A Case for Cow-Protection without Whitewashing the Past

A Case for Cow-Protection without Whitewashing the Past

“Cow” is called “aghnya”- the inviolable, the one which should not be harmed or killed. Hindus perceive her as the mother who nourishes everyone, as the abode of all goodness, and the very embodiment of Sattva, where all deities manifest themselves. Rig-Veda (6.28.1-8) calls her the bringer of fortunes, while Puranas describe her as Kamadenu- the wish fulfilling cow. In other words, cow is a sacred animal for the Hindus, which should be nourished, protected, and cherished very dearly.

In the last many decades, with illegal cow smuggling becoming rampant and slaughterhouses cropping up at every nook and corner, cow-protection has become a very critical political issue. While some Hindu organizations have repeatedly appealed for blanket ban on cow-slaughter and beef consumption, the left-liberals, including those in academia and media have become self-appointed guardians of people’s eating habits.

These left-liberals have accused Hindus of hypocrisy and have alleged how their Vedic ancestors slaughtered hordes and hordes of cows and bulls every other day and consumed beef extensively in the typical leftist fashion of “suppresio veri, suggestion falsi”, all the while conveniently ignoring the fact that the cows were only to be sacrificed in the context of certain specific rituals and that too never for taste, or the fact that there is a Hindu prescription for Kaliyuga, which prohibits any slaughter of cows in this age. Unfortunately, the Hindu response from some quarters have also completely ignored these tenets and they have instead indulged in equally faulty assertions, with memes like “Myth of beef in Vedas” doing the rounds on the internet.

While the hypocrisy of the left is well known and I have also dealt about it in the context of beef parties elsewhere, in the present article I will concentrate on why there is no need for Hindus to distort and whitewash our past in order to build a case for cow-protection in the present.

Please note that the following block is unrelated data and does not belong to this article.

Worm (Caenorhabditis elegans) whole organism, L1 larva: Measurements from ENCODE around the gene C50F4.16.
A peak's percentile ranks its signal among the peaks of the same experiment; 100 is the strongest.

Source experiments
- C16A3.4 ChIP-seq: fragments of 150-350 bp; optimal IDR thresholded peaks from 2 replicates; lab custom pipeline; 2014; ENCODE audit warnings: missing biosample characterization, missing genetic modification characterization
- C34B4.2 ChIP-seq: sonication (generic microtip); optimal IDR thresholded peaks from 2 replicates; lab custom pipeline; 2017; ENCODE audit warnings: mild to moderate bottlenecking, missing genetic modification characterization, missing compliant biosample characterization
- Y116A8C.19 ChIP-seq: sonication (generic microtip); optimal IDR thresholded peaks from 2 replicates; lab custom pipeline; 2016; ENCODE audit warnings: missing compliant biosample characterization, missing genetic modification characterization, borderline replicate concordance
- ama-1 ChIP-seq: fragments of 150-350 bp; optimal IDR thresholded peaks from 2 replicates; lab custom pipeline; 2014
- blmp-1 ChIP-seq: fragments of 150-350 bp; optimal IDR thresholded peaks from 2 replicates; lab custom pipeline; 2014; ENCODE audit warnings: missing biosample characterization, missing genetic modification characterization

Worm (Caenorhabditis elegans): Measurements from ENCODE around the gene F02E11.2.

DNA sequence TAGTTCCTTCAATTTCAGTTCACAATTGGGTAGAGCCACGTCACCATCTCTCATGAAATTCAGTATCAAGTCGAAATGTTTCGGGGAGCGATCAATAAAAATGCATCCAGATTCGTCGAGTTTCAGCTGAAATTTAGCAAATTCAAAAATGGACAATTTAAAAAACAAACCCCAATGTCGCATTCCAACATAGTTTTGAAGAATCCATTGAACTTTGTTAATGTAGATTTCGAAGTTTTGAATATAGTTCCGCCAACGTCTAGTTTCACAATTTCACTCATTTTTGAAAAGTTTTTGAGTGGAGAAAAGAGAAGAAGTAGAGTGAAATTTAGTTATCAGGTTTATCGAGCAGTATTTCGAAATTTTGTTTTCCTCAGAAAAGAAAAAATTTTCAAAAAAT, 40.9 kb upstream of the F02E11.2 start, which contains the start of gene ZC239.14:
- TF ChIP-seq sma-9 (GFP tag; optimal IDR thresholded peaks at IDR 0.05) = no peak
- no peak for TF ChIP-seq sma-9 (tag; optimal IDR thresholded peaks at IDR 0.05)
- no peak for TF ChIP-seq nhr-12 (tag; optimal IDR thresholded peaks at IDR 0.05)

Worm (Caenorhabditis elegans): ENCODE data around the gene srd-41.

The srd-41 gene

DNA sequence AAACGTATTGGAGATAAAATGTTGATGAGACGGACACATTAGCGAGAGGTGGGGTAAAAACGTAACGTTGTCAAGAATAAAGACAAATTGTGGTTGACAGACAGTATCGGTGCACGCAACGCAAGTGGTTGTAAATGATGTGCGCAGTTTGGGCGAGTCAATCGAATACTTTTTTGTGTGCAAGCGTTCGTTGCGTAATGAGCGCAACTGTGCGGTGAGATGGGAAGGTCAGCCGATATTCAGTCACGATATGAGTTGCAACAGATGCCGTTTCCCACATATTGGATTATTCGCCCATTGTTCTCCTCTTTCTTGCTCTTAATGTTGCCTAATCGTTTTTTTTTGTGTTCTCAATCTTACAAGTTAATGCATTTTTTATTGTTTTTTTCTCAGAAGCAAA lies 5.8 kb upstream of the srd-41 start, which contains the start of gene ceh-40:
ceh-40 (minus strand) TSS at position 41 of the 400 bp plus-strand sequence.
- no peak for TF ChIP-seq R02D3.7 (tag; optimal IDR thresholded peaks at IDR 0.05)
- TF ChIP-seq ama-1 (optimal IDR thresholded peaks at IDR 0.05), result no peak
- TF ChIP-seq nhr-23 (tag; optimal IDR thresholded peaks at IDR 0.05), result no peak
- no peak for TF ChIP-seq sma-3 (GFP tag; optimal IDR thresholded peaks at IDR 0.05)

Whitewashing of the past: An unnecessary and misleading distraction

Swami Vivekananda once said: “Even if truth destroys the whole universe, still it is truth; stand by it.” The emphasis on truth can be considered one of the defining traits of Sanatana Dharma. As the Upanishads say, “Satyam vada, Dharmam Chara”, Dharma in speech is Truth, Truth in action is Dharma. Yet, unfortunately, owing to preconceived notions, as well as in an attempt to counter the anti-Hindu narrative, which has been continuously built, first by the British and now by the Leftist academia and media, a certain section of Hindu scholars and activists have popularized the view that “cow-sacrifice” and “beef” is absolutely nowhere mentioned in the Hindu scriptures and any citations that go against this contention are either ignored or are branded as interpolations.

We can categorize these whitewashing attempts into three broad categories. Though a detailed elaboration of the issue is beyond the scope of the article, I would cite just one example in each case to illustrate the point.

  1. Selective quoting from scriptures: While Hindu responders countering the left narrative rightly highlight numerous references from Hindu scriptures including the Vedas to display the sacredness of the cow and its inviolable nature in Hinduism, they conveniently ignore numerous references to the sacrifice of cows mentioned in texts like Grihyasutras. Paraskara Grihyasutra (3.8), for example, speaks about go-yajna, wherein a cow is sacrificed and its various parts are offered to different deities. Similarly, Apastamba Grihyasutra (1.3.9) explicitly lists occasions where cow-sacrifice can be carried out (without violating Dharmic tenets): madhuparka (in honor of certain guests), as sacrifice for the pitrs, and in marriage.